dishonored_killingI even reached out to those I know and trust, asking them why they enjoyed it so much.  Almost universally the response was that you could be an accomplished killer with vile vindictive actions flying left and right to terrorize Dunwall and the people you don’t like within it.  Killing is not just a factor of your fun but a necessity for really seeing what Dishonored has to offer, it would seem.  Even many of your learned powers involve death and killing and thus are immediately useless to a pacifist (or even mostly pacifist) player.  This is a serious disconnect.  Don’t believe me?  Run a search on Dishonored pacifist runs, bugs, or just plain scour the Steam discussions, you’ll see I’m far from alone with having tons of issues trying to accomplish the simple task of completing the game without a guide or killing.  I even decided to try allowing for killing and only using checkpoints on my third and final run at this game.  The result was by the third target (Lady Boyle), I had amassed a body count of about 20 people and wasn’t having a lick of fun.  After 3 full attempts at the campaign, a combined total of nearly 40 hours of play and my average attempt clocking in around 12 hours, I am giving up on Dishonored.  I had high hopes for this title, and I’m sure I could beat it if I wanted to, but I refuse to play games that I do not enjoy.  I don’t know about that guy who beat it in 4 hours, but this game is far from short unless you’re playing it like a sociopath.  I’m even more aggravated because I think Dishonored 2 looks amazing, but there’s no question that this title is using the same concepts and building upon the activities of the first, so it’ll be a waste of time for me.  To add insult to injury I recently got back into and completed the 2014 game Thief, which everyone seemed to universally hate.  I absolutely loved it.  What’s wrong with me?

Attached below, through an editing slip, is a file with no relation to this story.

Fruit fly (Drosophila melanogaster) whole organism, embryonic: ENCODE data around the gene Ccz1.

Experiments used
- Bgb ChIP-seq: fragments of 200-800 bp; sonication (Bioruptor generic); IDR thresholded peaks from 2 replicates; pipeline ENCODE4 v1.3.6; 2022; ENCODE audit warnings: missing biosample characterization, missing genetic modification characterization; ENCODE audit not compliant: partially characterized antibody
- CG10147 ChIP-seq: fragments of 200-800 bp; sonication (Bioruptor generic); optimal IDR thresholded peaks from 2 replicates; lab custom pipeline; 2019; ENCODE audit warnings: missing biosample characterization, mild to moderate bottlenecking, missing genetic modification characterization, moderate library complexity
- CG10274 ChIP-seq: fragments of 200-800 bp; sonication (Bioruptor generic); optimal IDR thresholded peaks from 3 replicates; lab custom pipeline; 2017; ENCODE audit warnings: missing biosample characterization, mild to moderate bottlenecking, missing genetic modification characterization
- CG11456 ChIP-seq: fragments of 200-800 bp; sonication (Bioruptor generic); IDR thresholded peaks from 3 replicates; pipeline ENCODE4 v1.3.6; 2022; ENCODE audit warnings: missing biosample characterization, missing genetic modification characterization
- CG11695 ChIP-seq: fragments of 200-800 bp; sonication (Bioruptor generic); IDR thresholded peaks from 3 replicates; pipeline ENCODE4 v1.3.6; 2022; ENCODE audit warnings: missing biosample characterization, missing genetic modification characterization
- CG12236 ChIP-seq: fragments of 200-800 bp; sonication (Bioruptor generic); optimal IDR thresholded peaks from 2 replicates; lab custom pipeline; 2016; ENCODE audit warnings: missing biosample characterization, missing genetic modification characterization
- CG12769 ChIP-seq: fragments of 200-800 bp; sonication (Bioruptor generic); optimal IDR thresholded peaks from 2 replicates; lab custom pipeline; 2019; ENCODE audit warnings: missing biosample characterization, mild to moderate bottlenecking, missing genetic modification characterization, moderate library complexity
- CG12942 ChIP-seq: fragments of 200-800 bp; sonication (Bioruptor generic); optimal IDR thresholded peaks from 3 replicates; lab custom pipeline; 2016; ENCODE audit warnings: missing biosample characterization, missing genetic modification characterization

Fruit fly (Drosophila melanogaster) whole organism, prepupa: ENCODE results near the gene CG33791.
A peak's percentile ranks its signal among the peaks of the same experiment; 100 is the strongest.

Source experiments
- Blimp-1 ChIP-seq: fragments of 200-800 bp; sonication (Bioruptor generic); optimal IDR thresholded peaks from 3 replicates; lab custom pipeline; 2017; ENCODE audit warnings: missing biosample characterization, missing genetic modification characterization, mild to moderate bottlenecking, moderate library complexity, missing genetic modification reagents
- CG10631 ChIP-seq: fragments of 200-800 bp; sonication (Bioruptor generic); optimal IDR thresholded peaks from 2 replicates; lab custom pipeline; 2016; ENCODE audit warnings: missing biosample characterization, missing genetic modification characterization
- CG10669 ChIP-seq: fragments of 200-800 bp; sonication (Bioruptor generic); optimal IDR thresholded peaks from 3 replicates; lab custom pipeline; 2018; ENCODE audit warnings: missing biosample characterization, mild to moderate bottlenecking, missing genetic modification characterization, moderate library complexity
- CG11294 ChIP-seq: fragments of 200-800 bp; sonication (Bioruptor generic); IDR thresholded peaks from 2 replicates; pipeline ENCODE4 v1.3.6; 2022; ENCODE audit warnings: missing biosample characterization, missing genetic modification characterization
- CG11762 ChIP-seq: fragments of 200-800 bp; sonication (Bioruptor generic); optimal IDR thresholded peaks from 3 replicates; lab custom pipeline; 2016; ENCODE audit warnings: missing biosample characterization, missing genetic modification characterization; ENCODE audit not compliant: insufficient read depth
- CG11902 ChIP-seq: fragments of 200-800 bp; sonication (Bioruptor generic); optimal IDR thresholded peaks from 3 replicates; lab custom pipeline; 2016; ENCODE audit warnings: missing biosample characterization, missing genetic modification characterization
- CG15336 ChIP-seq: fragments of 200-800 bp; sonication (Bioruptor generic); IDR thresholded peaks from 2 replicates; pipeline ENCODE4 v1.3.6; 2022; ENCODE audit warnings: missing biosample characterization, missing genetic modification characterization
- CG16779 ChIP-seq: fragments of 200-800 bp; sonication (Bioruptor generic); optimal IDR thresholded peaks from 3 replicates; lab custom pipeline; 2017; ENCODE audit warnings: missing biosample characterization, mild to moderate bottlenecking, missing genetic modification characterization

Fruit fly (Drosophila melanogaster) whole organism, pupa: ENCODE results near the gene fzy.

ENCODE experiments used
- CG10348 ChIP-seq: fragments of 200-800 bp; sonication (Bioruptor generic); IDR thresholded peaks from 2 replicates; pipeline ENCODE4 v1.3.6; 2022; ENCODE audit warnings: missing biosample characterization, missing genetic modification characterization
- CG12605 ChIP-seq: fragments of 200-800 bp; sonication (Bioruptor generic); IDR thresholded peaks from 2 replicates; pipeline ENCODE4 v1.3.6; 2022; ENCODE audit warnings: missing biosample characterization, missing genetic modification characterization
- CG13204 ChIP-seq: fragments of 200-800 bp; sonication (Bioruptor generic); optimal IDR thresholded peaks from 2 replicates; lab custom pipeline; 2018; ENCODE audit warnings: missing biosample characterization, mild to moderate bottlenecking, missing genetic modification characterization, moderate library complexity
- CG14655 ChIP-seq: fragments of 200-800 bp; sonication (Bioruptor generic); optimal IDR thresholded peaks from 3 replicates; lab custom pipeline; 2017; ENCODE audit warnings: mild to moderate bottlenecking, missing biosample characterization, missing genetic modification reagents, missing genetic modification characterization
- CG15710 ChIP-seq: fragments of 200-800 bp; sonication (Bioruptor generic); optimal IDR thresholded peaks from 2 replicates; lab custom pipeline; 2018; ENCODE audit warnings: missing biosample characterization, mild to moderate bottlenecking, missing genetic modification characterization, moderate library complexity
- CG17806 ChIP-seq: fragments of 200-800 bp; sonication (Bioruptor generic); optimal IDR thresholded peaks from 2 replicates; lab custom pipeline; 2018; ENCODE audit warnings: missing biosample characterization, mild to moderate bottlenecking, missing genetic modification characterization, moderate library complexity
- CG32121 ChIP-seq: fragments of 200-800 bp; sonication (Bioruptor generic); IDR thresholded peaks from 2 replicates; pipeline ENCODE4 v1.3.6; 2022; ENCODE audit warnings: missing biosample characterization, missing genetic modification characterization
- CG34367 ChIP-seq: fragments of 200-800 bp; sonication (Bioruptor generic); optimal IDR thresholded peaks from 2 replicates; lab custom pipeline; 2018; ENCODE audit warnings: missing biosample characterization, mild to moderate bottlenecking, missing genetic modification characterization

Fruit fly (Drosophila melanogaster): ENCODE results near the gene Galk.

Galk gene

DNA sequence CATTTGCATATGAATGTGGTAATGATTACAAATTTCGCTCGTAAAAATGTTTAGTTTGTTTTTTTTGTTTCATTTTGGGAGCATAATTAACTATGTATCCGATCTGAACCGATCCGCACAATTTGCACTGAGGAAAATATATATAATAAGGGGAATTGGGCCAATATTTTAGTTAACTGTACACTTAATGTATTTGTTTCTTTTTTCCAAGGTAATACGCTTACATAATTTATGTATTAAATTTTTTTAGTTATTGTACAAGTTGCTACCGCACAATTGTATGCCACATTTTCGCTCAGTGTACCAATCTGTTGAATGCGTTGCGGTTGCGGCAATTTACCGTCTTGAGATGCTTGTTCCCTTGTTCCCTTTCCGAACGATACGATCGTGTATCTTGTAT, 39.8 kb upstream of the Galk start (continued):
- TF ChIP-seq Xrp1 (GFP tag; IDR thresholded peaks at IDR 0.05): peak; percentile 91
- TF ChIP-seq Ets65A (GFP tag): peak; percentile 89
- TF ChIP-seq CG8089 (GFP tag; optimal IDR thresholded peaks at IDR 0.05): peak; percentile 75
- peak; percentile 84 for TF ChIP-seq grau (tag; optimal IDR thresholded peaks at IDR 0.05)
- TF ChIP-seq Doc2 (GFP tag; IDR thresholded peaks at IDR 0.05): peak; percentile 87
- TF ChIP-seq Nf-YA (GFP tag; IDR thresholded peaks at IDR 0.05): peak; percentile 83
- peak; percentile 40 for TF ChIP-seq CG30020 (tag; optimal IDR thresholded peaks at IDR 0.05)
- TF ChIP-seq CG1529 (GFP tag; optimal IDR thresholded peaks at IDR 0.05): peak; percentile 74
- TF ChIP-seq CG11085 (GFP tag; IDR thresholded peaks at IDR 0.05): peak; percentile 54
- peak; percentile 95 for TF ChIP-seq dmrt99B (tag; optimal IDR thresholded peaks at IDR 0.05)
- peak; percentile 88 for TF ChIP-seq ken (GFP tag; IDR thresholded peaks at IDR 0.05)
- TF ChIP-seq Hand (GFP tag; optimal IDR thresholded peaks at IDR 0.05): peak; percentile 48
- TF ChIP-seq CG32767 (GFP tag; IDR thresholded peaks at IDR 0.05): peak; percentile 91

The opinions expressed in this piece are those of the author and are not necessarily the views of Gaming History 101 and its other contributors. 

Written by Fred Rojas

July 26, 2016 at 11:00 am

Posted in Blog

Tagged with , ,

One Response

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  1. Not liking things even IF they are good(?) has benefits.

    For example, if everyone liked everything, that would make the demand for (whatever it is) rise to astronomical heights, making printing enough copies impossible, and in case of digital downloads, kill all the servers 4ever.

    And, again, if everyone liked everything, that would make it impossible to enjoy ANYTHING, since there are only so many hours in the day. There are more good things in existence than you have the time to enjoy them.

    So, not like things. Not like them, and be proud!

    Andrew

    July 27, 2016 at 12:00 am